William Lovell was born in Toronto, Canada. He attended secondary school at Upper Canada College and received his post-secondary education at the University of Guelph where he studied political science, education and communication. From 1971 to 2011 he was director and co-owner, with his wife Sandra, of the John F. Kennedy International School in Saanen, Switzerland. He served for many years on the board of directors of the Swiss Group of International Schools, the Tourist Office of Saanen and the Rotary Club of Gstaad. Bill dedicated his entire professional career to the development of the John F. Kennedy International School and summer camp.

In his retirement, Bill has endeavoured to improve as a skier, sailor and grandfather and to further enhance and expand the concept of international education in any way he can - e.g. through the development of Lovell International Camps. Bill has been married to fellow educator Sandra Lovell since 1968 and together they have two children - Alison, a former international school teacher who now lives in Toronto and manages her own design company, and Bryce who is a business graduate and heads up Lovell International Sport and Education Camps in Gstaad. He is the proud grandfather of five grandchildren.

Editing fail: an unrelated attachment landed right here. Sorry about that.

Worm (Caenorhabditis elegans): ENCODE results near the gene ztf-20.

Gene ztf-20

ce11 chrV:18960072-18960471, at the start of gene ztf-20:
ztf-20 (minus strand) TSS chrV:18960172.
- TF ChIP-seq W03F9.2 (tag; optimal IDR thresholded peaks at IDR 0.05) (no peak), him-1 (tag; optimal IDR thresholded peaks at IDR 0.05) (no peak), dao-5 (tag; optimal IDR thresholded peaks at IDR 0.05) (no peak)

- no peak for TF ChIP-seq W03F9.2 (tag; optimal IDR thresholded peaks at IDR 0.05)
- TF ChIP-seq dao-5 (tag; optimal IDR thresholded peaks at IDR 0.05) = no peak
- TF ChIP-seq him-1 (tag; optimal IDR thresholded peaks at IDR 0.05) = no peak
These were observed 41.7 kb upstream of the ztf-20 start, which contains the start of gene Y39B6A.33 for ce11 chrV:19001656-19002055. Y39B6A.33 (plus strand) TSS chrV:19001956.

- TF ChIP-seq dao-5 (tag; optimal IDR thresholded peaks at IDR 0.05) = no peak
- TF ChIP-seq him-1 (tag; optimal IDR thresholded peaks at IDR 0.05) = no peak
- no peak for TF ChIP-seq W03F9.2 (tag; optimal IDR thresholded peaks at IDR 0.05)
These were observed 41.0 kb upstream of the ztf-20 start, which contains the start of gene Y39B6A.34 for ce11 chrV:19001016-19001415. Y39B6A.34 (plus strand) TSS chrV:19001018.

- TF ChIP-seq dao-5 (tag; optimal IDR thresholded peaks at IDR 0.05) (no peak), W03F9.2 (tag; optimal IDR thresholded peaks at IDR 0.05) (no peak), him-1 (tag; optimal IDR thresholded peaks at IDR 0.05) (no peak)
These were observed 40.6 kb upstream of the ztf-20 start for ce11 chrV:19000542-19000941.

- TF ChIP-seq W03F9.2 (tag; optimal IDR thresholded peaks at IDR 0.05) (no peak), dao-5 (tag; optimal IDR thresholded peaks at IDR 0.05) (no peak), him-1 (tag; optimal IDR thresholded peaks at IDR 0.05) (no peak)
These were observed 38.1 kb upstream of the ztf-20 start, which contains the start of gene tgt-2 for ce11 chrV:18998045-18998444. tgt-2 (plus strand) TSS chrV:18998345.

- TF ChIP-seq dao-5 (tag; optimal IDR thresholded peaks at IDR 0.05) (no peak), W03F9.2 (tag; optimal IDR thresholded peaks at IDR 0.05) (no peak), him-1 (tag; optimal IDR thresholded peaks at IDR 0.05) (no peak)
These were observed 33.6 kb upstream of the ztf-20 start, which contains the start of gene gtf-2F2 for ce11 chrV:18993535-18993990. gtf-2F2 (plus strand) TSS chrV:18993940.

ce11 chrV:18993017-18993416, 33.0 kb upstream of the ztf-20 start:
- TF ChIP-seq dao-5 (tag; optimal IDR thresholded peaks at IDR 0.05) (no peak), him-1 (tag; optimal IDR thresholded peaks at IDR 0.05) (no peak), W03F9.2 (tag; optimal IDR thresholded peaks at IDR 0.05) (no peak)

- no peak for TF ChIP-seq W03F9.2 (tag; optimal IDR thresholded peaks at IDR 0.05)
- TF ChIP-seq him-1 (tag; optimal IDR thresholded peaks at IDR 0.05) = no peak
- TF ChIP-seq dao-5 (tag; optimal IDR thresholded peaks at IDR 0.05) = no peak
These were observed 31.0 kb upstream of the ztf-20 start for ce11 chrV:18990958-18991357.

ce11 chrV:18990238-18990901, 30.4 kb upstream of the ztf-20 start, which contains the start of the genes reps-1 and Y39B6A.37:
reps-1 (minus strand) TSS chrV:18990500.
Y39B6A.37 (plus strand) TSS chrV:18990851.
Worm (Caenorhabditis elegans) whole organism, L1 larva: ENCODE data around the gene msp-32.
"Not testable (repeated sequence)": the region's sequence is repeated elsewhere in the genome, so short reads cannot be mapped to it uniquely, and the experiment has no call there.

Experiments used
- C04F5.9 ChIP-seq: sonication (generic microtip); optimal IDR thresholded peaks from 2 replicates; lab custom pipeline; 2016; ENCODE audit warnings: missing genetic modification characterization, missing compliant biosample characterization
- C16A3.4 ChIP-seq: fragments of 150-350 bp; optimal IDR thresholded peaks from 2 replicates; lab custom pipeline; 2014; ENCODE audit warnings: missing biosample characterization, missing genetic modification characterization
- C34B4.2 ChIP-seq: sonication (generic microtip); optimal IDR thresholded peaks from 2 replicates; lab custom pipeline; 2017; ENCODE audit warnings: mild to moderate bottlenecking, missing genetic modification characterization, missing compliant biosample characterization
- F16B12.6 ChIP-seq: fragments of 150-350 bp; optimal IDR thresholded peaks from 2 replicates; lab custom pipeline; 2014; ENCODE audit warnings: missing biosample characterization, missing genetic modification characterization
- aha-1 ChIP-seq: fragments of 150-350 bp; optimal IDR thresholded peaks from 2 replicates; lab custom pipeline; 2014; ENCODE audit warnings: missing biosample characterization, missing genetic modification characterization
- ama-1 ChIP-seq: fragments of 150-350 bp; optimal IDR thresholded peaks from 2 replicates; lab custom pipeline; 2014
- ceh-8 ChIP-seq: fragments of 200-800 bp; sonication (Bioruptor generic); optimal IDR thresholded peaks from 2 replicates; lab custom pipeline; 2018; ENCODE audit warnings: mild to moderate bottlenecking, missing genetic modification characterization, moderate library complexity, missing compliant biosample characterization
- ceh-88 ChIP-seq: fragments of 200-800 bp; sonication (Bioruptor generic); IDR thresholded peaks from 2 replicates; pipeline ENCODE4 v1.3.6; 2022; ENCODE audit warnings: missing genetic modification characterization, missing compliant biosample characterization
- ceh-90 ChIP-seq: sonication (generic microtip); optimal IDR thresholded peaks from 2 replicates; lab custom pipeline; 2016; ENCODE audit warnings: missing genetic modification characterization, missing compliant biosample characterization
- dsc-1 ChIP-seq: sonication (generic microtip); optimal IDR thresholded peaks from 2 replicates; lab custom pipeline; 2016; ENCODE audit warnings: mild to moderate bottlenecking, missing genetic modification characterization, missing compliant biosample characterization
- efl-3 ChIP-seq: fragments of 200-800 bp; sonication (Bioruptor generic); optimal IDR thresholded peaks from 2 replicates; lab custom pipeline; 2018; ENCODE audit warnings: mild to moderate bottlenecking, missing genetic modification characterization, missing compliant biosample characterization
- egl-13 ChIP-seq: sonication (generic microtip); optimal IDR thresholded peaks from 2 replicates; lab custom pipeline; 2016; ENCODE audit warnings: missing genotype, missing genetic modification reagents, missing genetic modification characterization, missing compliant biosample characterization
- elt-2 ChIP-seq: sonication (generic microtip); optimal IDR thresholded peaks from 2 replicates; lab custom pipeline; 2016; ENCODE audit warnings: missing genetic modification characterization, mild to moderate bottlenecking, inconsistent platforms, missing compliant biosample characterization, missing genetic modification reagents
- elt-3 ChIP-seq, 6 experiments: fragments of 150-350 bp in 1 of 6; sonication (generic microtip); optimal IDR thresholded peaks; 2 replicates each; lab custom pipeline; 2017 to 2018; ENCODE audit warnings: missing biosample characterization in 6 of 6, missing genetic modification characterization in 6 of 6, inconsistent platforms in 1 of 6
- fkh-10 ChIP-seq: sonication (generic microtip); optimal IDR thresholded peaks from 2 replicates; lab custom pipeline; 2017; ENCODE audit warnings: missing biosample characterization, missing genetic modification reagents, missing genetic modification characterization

Newsflash

FROM URGENCY TO AGENCY – Sustainability at the Heart of Learning

Sustainability Workshop 26th & 27th November 2021

The UN has called ‘Code Red for Humanity’ in its most recent IPCC report. How do we as educators mitigate the climate anxiety our students may experience (and staff, we might add) and use it as an opportunity to forge local actions? In this workshop we base ourselves on the conviction that schools are capable of, and obligated to, play an important role in mitigating Climate Change.

In our view, schools should reinvent themselves to become learning communities that go beyond preparing for the future; instead they should help shape that future, by allowing students and educators to prototype solutions for today’s challenges. By allowing students to actively engage with the local impacts of Climate Change, they could learn about the SDGs, Systems Thinking, Design Thinking, collaboration, etc - all skills which will serve them well in their further lives. In that way, sustainability can become a core driver of education, very much in line with IBO’s vision about student agency. It will allow for learning to be challenge-based, relevant, local and utterly engaging. It will give students a voice and allow them to make necessary changes in their school environment, at home and beyond.

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